It is essential to provide for the acceptance of fastening means whereby structural units such as studs, rafters and joistmay be used in the customary manner and have laths, sheathing, flooring materials or other building components secured thereto. Customary fastening means such as ordinary nails or the like are preferred for obvious reasons, but rivets, bolts, adhesive bonds, timber fasteners, etc. may all be used. In order to achieve this result where edge nailing or similar fastening is required it is preferably to use as an alternative a double truss structure, such as illustrated in FIGURE 8 and also in the cross section of FIGURE 4. Here two wholly independent trusses 32 and 33, each of which may be ex actly as illustrated in FIGURE 5, are contemplated, but are spaced apart and substantially parallel to each other, and as shown in FIGURE 4 may each be encased in a layer of fines, between which a layer 35 of coarser materials with greater strength and better holding power may be sandwiched. The two outer layers 36 and 37 are also of coarser and preferably surfacing grades of flakes. The arrangement shown in FIGURE 4 then permits the insertion or driving of a fastening such as a nail or the like 38 through, for instance, a sheathing, flooring or the like and into the material between the fines layers which encase the two trusses.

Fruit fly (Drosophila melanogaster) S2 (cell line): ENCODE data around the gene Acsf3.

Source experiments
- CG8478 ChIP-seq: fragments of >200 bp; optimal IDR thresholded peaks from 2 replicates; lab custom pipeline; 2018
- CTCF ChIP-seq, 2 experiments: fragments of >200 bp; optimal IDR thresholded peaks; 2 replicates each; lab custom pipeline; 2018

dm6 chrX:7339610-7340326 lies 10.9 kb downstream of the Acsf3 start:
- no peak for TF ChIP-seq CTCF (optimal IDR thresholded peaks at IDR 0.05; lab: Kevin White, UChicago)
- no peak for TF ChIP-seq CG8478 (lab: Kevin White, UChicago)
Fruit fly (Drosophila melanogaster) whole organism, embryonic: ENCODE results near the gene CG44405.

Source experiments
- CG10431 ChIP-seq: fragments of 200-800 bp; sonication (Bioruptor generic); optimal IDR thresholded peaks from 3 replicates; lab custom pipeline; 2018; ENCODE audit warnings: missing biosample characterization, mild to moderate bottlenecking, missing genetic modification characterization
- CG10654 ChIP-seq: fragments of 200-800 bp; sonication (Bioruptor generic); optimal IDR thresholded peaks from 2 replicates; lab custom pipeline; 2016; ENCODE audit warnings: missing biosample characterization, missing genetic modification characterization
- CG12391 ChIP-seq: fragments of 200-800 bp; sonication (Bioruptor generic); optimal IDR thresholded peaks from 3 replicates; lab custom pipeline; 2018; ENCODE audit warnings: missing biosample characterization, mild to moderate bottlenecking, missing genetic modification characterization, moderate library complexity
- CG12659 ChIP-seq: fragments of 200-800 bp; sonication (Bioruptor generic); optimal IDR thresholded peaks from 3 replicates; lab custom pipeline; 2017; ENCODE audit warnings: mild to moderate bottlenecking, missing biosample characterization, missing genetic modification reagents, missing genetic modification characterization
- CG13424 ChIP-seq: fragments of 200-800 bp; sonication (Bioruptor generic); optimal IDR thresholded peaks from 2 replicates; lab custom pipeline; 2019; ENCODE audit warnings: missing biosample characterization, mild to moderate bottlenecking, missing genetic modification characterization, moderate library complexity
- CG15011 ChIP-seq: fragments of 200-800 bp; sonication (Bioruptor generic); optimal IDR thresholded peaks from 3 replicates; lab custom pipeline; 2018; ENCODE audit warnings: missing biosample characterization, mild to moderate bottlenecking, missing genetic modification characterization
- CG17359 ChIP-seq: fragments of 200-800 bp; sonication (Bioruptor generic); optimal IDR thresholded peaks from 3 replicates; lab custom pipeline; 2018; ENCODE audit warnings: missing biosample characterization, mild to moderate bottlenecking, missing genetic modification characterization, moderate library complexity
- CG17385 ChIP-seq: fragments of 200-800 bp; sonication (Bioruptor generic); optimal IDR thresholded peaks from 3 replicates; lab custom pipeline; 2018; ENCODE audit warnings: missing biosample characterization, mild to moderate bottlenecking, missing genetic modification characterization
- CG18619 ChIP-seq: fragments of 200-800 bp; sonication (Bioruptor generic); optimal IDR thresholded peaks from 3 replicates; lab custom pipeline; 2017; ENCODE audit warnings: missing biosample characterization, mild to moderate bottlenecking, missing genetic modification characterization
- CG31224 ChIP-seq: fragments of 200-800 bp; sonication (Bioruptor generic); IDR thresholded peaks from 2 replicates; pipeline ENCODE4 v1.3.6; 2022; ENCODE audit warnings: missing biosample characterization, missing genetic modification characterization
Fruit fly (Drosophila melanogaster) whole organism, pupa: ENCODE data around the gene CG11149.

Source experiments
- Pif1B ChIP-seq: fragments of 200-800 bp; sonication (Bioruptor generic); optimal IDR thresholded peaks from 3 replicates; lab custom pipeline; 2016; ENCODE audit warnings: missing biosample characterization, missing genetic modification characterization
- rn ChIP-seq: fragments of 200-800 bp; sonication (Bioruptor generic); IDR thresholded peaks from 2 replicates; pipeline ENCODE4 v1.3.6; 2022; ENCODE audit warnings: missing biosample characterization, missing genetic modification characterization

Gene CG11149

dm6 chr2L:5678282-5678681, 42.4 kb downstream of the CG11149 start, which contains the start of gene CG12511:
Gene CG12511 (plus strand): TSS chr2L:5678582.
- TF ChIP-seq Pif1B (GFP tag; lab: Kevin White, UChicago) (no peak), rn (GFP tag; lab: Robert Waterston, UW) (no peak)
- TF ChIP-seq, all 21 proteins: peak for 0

In FIGURE 6 a truss formation is illustrated which differs from that shown in FIGURE 5 only in provid ing contiguous, parallel, longitudinal and 16' each composed of two wires welded one above the other and all four being in the same general plane. This arrangement increases the strength of the longitudinals without increasing the overall thickness of the truss and without requiring especially rolled shapes.